A call to gratitude at Easter
March 6, 2020 by Christine Chakoian
Holy Week and Eastertide are not typically associated with stewardship. It is unlikely that Palm Sunday or Easter would be primetime for a sermon on stewardship. But in its larger sense, stewardship is everywhere in this sacred season: in our gratitude for Christ’s sacrifice, our awe at God’s incalculable blessings, and our commitment to a lifelong calling to service in the Spirit.
April 5 – Palm/Passion Sunday
Holy Week begins with Jesus’ triumphal entry into Jerusalem (Matthew 21:1-11). In contrast to the extravagance of human royalty, Jesus fulfills Scripture’s prophecy of the king arriving humbly on a donkey.
Notice that Jesus does not use his Godly powers to summon the donkey; instead, he calls on his disciples to do so, inviting them to direct their will to help fulfill this holy moment. Generosity is present everywhere: in the owner who does not hesitate to let his animal be used according to God’s purpose, and in the crowds who lay not only palms but even garments on the road to greet this humble king.
For many congregations, Palm Sunday is also Passion Sunday (reflecting the reality that many households do not participate in Holy Week services). The lectionary provides the longer reading in Matthew 26:14 to 27:66, or the shorter reading in Matthew 27:11-54.
Whether today, on Maundy Thursday or Good Friday, what better time than Holy Week to point to Jesus’ most extravagant sacrifice for us: the offering of his very life. Even as he faces betrayal by Judas, he shares the Passover meal with his disciples, celebrating the new covenant sealed by the sacrifice of his blood. Even as he endures denial by Peter, humiliation by political and religious powers, and death on the cross, Jesus steadfastly fulfills his calling for our sake. The magnitude of his offering puts to shame the tokens of loyalty we bring to God. Yet even more importantly, may the power of his sacrifice move us to lay down our offerings – indeed, all that we have, and all that we are – in gratitude at the foot of the cross.
April 12 – Easter Sunday
April 19 – 2nd Sunday of Easter
April 26 – 3rd Sunday of Easter
Our gratitude for Jesus’ sacrifice on the cross is followed by our awe at God’s astonishing gift of new life in the resurrection. John 20:1-18 and John 20:19-31 together paint a picture of the risen Lord meeting us not in a prescribed or limited way, but with the generous gift of meeting us wherever we are. First, as Mary Magdalene, Simon Peter, and the “other disciple” go to the tomb and find it empty. Even in their confusion, this revelation is enough for the other disciple to see and believe (John 20:1-10).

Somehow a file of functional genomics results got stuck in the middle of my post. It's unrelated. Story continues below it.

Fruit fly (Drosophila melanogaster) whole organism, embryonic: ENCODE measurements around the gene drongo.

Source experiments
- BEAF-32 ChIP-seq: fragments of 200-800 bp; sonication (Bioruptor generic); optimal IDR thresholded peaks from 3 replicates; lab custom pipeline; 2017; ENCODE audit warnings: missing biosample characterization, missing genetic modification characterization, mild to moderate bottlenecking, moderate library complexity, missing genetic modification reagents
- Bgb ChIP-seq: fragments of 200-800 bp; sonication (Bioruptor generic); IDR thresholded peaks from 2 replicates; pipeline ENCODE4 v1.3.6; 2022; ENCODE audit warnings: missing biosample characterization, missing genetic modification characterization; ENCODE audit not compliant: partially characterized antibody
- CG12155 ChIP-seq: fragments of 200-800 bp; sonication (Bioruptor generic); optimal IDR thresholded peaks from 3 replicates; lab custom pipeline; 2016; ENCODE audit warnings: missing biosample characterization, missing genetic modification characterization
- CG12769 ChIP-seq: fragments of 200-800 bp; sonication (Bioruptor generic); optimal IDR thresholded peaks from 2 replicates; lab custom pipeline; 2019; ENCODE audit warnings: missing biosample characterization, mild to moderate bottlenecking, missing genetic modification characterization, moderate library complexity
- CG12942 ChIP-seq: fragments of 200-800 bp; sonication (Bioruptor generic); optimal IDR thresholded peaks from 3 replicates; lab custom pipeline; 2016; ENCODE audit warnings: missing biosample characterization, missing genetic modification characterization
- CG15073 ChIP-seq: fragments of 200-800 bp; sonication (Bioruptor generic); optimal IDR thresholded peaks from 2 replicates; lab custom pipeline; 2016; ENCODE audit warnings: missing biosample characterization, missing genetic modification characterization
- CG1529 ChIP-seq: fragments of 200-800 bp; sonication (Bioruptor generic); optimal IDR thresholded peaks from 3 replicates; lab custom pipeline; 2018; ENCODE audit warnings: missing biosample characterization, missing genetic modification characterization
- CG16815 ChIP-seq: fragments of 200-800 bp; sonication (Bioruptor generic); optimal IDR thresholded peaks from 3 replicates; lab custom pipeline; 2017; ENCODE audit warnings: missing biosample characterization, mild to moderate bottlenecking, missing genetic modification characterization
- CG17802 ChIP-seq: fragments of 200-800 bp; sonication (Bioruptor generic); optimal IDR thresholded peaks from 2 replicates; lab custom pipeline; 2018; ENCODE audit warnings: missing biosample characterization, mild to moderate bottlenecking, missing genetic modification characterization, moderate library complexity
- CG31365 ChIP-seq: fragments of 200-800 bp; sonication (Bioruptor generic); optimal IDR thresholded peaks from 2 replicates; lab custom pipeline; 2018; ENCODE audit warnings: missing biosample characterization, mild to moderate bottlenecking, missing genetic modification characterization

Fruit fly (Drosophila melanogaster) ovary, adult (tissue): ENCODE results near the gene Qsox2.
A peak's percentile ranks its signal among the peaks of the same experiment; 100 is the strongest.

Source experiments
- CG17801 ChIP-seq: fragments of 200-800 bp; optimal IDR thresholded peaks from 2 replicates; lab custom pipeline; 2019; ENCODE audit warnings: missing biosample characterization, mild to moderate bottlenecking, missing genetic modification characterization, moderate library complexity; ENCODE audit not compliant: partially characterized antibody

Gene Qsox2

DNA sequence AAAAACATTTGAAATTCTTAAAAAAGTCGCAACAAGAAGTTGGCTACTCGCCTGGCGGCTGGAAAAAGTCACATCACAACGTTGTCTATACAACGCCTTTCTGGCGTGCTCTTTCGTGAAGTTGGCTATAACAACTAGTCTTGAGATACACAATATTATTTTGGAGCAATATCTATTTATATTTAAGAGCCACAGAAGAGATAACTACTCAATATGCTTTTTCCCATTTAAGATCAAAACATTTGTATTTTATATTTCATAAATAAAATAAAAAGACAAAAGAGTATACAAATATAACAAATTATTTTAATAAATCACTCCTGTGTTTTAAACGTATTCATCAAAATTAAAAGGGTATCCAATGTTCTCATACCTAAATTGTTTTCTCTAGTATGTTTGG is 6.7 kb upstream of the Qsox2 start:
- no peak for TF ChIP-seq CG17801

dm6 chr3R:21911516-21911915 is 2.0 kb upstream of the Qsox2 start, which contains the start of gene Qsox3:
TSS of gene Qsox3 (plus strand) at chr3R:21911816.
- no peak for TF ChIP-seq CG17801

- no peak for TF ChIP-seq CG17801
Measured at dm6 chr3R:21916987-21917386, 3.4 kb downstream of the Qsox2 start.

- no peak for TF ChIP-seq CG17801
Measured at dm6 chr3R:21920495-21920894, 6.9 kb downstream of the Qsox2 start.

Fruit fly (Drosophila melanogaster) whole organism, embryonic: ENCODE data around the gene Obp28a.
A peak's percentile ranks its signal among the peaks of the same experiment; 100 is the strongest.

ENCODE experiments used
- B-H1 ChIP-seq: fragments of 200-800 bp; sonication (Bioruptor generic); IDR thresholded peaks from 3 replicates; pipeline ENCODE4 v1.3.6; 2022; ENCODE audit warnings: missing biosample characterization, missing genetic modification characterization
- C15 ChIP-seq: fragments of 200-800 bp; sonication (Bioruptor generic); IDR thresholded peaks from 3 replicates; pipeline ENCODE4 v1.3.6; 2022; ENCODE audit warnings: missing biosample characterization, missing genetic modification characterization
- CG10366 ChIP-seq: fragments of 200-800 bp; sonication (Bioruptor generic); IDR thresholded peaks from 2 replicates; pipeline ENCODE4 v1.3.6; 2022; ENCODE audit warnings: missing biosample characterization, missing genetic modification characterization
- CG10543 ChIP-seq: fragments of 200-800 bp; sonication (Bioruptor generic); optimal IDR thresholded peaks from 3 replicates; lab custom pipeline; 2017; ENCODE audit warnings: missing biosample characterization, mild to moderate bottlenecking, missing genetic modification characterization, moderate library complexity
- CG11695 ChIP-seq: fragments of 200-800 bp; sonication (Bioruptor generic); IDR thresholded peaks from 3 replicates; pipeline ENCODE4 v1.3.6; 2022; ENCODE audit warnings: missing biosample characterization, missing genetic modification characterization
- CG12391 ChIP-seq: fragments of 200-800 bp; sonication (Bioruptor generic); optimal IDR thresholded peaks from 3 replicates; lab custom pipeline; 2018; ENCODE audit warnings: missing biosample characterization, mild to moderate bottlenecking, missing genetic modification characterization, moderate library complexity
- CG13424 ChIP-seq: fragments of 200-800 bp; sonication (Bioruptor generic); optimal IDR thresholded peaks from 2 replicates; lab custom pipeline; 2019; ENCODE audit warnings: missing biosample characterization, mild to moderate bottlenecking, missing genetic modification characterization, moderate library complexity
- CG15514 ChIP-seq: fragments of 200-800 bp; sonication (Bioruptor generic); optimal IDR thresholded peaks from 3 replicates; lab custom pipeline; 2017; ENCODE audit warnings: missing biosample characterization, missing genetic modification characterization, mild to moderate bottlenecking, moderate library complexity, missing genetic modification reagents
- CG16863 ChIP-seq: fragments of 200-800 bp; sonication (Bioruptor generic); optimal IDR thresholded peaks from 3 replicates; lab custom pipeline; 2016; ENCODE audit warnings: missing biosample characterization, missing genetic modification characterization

Next, Mary Magdalene stays at the tomb, weeping in grief. She sees Jesus, but mistakes him for the gardener. Jesus offers her what she needs to believe: to hear her name from his lips, which transforms her grief to ecstasy (John 20:11-18).
Then, Jesus appears to the disciples in the upper room, where they have gathered in fear. He offers them peace, and shows them the wounds in his hands and side. Seeing him, and hearing his voice, their fear is transformed to joy (John 20:19-23). Next, Jesus appears again, this time to Thomas, who has not yet seen. To him, Jesus offers not only sound and sight, but invites him even to touch his hands and side. This offering alone is enough for Thomas to believe, and his doubt is transformed to belief (John 20:24-29). Finally, Jesus turns to us, saying: “Blessed are those who have not yet seen and yet have come to believe” (John 20:29), echoed by the Gospel writer: “These words are written so that you may come to believe … and that believing, you might have life in his name” (John 20:30-31). The ongoing offering of the Gospel will never end, so that generation after generation might know the good news.
Next, the lectionary moves to Luke, and the walk to Emmaus (Luke 24:13-35). Again, Jesus meets his followers where they are, with a gift they can receive. This time, he walks alongside them, hearing their grief and doubt, and only then interpreting the Scripture. Through his humble accompaniment and patient revelation of Scripture, he gives them the gifts they need to have hope. Then, he does even more: he breaks bread with them, revealing his presence as the risen Lord, transforming their confusion into breathtaking clarity.
Jesus’ persistence to meet his followers wherever they are, in whatever form they need, urges us to consider how we offer our gifts as well. Rather than “one size fits all,” there are many ways our offerings can be made. Rather than simply assess what amount of time or money we can offer, Jesus’ model urges us to consider what gifts are most needed. The form may change; the timing may shift; for in all things, the stewardship of our presence is offered not for our glory, but for the sake of the world that God so loves.
Rev. Dr. Christine (Chris) Chakoian serves as Pastor and Head of Staff of Westwood Presbyterian Church in Los Angeles. She has served in this position since August 2019. She is called to lead the congregation in the ways of Christ. She comes to us from Pittsburgh Theological Seminary where she served as Vice President for Seminary Advancement. Her previous calls include Pastor/Head of Staff at First Presbyterian Church of Lake Forest, IL, and Community Presbyterian Church in Clarendon Hills, IL, as well as Associate Pastor at Westminster Presbyterian Church in Portland, OR, Fourth Presbyterian Church in Chicago, and Overbrook Presbyterian Church in Columbus, Ohio. She is married to John Shustitzky, Director of the Doctoral program in Applied Clinical Psychology at the L.A. campus of the Chicago School of Professional Psychology. Their daughter and son-in-law, Anna and Spencer Sohn, live in Albuquerque.